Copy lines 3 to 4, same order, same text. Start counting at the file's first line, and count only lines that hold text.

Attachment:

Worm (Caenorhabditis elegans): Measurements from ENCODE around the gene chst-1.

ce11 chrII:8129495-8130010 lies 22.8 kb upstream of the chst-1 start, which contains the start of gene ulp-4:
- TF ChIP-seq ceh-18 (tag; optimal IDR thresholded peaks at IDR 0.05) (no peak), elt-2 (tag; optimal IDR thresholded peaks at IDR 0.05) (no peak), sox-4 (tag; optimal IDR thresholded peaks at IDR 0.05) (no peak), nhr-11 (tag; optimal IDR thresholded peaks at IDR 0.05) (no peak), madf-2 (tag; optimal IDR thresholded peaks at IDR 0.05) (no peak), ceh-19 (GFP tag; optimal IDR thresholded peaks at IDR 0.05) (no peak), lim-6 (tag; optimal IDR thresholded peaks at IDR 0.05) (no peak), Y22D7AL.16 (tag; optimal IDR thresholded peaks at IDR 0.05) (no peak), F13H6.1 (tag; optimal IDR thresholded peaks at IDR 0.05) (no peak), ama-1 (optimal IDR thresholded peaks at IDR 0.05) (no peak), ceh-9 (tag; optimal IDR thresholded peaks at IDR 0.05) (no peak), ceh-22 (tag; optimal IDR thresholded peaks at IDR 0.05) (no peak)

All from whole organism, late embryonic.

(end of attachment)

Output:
- TF ChIP-seq ceh-18 (tag; optimal IDR thresholded peaks at IDR 0.05) (no peak), elt-2 (tag; optimal IDR thresholded peaks at IDR 0.05) (no peak), sox-4 (tag; optimal IDR thresholded peaks at IDR 0.05) (no peak), nhr-11 (tag; optimal IDR thresholded peaks at IDR 0.05) (no peak), madf-2 (tag; optimal IDR thresholded peaks at IDR 0.05) (no peak), ceh-19 (GFP tag; optimal IDR thresholded peaks at IDR 0.05) (no peak), lim-6 (tag; optimal IDR thresholded peaks at IDR 0.05) (no peak), Y22D7AL.16 (tag; optimal IDR thresholded peaks at IDR 0.05) (no peak), F13H6.1 (tag; optimal IDR thresholded peaks at IDR 0.05) (no peak), ama-1 (optimal IDR thresholded peaks at IDR 0.05) (no peak), ceh-9 (tag; optimal IDR thresholded peaks at IDR 0.05) (no peak), ceh-22 (tag; optimal IDR thresholded peaks at IDR 0.05) (no peak)

All from whole organism, late embryonic.